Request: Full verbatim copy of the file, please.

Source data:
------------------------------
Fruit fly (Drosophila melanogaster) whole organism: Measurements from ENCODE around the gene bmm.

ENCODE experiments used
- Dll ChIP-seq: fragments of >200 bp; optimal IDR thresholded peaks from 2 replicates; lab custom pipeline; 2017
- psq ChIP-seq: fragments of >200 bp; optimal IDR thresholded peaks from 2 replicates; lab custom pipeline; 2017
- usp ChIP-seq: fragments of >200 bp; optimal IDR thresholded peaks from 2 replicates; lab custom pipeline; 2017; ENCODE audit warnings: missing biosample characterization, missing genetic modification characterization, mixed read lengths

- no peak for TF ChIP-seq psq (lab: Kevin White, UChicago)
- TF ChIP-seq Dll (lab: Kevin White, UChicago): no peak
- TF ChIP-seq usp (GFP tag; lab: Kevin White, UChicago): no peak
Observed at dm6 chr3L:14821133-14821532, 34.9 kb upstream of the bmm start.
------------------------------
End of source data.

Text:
Fruit fly (Drosophila melanogaster) whole organism: Measurements from ENCODE around the gene bmm.

ENCODE experiments used
- Dll ChIP-seq: fragments of >200 bp; optimal IDR thresholded peaks from 2 replicates; lab custom pipeline; 2017
- psq ChIP-seq: fragments of >200 bp; optimal IDR thresholded peaks from 2 replicates; lab custom pipeline; 2017
- usp ChIP-seq: fragments of >200 bp; optimal IDR thresholded peaks from 2 replicates; lab custom pipeline; 2017; ENCODE audit warnings: missing biosample characterization, missing genetic modification characterization, mixed read lengths

- no peak for TF ChIP-seq psq (lab: Kevin White, UChicago)
- TF ChIP-seq Dll (lab: Kevin White, UChicago): no peak
- TF ChIP-seq usp (GFP tag; lab: Kevin White, UChicago): no peak
Observed at dm6 chr3L:14821133-14821532, 34.9 kb upstream of the bmm start.